By Jay Pasachoff
We have available in this book the musings of one of the wisest and arguably the smartest people in the world, the cosmologist and astrophysicist Martin Rees, now Lord Rees of Ludlow. His theoretical work on black holes gave him renoun among scientists; his administrative and logical skills led him to be Master of Trinity College at Cambridge University (read C. P. Snow’s The Masters to put that title in context) and to be PRS, that is, President of the Royal Society, the standardbearer for science and publication since 1660, as well as being the Astronomer Royal.
This slim volume contains the Reith Lectures that he gave for BBC radio from four different British cities. One of the chapters interestingly cites many of the same historical names and points of the graphic novel Trinity: A Graphic History of the First Atomic Bomb (Hill & Wang, 2012).
Rees is a champion of modern scientific advances: “The innovation driving economic advance—information technology, biotechnology, and nanotechnology—can boost the developing as well as the developed world.” “But who should access the readout of our personal genetic code?… Should we build nuclear power stations, or wind farms…?” He cites Winston Churchill’s call for scientists to be “on tap, not on top.”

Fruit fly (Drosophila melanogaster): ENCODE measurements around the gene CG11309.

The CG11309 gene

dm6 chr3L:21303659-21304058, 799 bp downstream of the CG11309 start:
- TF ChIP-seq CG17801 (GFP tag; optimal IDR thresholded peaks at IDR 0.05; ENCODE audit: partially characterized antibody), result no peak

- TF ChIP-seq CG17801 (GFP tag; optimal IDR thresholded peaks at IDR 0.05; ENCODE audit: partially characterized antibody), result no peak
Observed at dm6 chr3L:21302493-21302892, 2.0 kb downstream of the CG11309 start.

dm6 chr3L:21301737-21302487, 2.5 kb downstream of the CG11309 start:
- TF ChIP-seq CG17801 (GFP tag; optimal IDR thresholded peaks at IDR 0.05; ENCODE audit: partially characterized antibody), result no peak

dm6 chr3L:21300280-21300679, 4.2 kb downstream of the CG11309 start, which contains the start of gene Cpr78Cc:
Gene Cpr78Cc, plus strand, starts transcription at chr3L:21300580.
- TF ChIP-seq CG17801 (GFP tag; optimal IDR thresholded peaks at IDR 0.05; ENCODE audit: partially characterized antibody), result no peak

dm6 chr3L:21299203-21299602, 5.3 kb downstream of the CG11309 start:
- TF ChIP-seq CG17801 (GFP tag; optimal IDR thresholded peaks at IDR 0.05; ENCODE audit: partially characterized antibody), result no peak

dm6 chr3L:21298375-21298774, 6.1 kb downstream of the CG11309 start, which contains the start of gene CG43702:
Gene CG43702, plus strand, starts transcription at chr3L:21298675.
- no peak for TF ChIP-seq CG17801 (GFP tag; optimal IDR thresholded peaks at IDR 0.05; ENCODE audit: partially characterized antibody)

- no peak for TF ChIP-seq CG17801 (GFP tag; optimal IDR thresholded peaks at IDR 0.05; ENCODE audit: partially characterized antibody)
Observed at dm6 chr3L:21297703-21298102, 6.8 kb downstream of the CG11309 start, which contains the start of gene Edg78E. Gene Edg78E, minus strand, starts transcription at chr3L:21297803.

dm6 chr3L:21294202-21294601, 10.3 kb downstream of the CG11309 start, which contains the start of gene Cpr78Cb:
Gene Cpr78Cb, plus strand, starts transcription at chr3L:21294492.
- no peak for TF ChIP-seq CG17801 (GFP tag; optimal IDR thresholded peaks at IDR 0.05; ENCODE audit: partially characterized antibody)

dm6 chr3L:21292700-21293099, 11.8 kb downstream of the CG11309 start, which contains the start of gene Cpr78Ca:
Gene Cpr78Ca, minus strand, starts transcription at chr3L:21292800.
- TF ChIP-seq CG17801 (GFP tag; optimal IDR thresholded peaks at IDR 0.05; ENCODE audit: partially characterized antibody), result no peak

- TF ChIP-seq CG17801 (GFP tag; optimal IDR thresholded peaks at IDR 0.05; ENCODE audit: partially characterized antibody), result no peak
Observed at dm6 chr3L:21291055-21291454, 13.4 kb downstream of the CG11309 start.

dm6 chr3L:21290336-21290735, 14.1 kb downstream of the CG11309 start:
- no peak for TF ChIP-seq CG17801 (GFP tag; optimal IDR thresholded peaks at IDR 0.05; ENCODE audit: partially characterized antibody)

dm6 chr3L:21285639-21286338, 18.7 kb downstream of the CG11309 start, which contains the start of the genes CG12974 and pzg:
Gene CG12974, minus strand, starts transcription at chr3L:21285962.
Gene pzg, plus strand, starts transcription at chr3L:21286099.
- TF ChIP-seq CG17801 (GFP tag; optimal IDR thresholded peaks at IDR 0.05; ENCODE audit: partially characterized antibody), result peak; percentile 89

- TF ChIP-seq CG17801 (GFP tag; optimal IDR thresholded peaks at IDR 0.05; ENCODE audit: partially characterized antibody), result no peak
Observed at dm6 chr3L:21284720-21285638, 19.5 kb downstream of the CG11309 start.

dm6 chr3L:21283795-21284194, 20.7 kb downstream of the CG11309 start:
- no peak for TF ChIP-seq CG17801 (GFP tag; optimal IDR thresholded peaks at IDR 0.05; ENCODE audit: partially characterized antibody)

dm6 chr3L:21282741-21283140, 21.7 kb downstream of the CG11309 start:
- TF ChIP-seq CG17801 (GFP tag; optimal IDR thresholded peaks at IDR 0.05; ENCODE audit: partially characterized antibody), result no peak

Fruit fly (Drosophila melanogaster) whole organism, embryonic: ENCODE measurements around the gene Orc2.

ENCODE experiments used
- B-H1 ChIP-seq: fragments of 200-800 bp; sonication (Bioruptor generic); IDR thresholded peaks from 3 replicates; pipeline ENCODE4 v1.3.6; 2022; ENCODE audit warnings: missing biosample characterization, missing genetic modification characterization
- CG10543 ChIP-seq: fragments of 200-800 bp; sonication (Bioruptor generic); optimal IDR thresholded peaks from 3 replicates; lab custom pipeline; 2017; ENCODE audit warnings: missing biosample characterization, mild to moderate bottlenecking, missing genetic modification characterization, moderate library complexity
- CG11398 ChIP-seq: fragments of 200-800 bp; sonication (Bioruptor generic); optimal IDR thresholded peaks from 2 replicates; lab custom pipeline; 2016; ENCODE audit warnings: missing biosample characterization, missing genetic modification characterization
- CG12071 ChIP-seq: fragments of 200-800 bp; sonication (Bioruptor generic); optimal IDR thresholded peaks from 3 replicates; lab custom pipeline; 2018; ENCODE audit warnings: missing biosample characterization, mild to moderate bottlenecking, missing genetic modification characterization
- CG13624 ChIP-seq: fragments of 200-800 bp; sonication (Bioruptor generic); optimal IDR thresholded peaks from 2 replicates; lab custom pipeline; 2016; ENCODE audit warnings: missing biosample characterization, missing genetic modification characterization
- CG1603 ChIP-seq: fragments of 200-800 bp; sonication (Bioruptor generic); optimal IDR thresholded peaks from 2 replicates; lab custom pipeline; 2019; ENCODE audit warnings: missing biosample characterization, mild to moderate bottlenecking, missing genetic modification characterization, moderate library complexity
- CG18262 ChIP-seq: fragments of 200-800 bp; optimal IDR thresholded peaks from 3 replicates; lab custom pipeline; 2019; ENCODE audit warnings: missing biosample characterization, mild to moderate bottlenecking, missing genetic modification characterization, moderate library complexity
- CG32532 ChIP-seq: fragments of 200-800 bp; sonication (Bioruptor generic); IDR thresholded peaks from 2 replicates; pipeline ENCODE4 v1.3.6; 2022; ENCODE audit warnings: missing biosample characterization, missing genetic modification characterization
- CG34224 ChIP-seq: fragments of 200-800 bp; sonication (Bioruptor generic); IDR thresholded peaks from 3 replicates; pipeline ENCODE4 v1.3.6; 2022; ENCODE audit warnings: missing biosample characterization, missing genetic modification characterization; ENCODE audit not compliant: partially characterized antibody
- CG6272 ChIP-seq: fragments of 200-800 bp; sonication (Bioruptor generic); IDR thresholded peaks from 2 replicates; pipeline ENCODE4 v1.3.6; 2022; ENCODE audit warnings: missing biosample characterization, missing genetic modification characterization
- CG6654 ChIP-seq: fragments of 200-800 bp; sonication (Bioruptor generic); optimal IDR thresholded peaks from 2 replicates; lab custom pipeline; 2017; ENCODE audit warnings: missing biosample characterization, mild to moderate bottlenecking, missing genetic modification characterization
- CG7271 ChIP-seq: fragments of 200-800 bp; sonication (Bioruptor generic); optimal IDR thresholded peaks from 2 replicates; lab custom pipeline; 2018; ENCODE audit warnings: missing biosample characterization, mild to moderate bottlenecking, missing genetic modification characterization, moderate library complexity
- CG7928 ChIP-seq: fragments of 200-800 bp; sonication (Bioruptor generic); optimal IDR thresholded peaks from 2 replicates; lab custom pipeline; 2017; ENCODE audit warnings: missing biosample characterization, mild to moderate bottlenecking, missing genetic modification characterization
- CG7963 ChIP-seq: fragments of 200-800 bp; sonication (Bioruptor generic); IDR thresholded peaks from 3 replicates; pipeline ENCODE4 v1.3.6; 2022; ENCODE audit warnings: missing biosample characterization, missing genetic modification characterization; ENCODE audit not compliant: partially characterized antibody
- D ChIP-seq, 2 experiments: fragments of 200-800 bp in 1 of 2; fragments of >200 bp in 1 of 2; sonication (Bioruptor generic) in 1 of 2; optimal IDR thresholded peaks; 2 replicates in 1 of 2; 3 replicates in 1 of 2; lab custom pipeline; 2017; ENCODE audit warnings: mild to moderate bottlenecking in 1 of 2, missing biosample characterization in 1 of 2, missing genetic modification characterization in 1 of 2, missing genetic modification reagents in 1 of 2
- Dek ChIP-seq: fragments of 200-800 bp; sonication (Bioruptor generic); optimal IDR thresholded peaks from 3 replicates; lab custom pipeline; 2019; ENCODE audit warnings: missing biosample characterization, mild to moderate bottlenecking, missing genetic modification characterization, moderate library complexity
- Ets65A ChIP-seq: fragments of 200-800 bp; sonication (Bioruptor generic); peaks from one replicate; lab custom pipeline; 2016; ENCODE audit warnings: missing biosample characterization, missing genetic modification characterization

Rees decries the lack of public understanding of or even interest in understanding science. “The editors of even the so-called highbrow press feel that they cannot assume that their readers possess the level of knowledge…high school graduates…, whereas the same organs would not talk down to their readers on financial topics or on the arts pages.”
As a call for modesty, Rees cites Alexander Graham Bell’s statement about the telephone that “some day, every town in America will have one.” Still, he discusses the threat of nuclear annihilation, world population trends, and potential responses to and evaluation of climate change.
Are there parallel universes? How does Rees justify the Large Hadron Collider (pre-Higgs claim)? How about the risk-averse nature of NASA, and the probability that the next people on the Moon will be from China?
Rees cites government funding of terrestrial exploration, including Capt. Cook’s three voyages (though he doesn’t specifically mention the transit of Venus of 1769, the impetus for the first). He looks at the current discovery of thousands of planets around other stars and discusses the search for the Goldilocks planet in a habitable zone, as well as the chance of finding extraterrestrial life. He cites both Wittgenstein’s “If a lion could speak, we couldn’t understand him,” and Woody Allen’s “Eternity is very long, especially toward the end.”
We should admire Rees’s call for open and continued scientific research, scientific education for all via the internet and otherwise, and international science in countries everywhere in the world. I can heartily recommend that we all share in the wisdom of this book.
Astronomer and author Jay Pasachoff is the director of Hopkins Observatory and Field Memorial Professor of Astronomy at Williams College.